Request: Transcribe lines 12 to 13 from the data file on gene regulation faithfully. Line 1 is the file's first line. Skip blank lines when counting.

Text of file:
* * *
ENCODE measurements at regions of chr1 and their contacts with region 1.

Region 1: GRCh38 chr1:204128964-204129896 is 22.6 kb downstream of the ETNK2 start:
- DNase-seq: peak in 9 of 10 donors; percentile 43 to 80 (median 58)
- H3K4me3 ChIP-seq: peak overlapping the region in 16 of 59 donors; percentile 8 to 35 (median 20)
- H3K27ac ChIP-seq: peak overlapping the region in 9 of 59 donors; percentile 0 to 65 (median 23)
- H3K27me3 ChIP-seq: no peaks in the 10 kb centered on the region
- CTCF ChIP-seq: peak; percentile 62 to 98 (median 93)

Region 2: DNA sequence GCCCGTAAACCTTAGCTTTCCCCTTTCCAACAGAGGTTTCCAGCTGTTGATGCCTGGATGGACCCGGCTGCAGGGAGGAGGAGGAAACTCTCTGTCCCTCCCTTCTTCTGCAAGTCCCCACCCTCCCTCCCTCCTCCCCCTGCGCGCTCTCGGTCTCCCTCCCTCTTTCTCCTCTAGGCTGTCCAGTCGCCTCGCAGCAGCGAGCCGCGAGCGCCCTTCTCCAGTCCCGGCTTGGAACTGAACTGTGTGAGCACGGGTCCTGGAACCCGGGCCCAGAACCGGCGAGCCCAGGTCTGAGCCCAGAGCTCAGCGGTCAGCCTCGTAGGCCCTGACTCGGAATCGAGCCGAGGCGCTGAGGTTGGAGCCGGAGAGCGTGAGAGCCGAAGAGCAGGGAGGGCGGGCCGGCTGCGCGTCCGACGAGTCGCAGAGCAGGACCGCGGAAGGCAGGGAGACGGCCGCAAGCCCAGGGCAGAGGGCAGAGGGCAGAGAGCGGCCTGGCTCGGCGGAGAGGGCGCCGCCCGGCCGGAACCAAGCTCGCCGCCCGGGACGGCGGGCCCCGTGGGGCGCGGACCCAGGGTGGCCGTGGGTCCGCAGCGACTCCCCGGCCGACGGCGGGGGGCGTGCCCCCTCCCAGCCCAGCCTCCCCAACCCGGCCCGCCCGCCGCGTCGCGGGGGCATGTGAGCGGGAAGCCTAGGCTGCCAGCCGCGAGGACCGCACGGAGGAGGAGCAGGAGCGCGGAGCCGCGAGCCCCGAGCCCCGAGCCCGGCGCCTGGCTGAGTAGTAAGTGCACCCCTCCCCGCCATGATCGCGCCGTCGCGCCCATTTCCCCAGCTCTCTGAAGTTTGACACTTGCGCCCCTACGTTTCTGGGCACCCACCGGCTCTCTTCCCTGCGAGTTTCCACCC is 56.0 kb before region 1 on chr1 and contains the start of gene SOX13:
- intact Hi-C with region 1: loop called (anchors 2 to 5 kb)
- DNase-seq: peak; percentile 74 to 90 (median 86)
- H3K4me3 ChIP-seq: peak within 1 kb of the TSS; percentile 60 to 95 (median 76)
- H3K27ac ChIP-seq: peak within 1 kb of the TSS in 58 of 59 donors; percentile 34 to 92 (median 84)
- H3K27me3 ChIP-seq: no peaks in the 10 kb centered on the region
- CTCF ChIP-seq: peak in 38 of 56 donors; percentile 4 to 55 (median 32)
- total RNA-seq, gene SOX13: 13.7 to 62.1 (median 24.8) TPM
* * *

- H3K27ac ChIP-seq: peak within 1 kb of the TSS in 58 of 59 donors; percentile 34 to 92 (median 84)
- H3K27me3 ChIP-seq: no peaks in the 10 kb centered on the region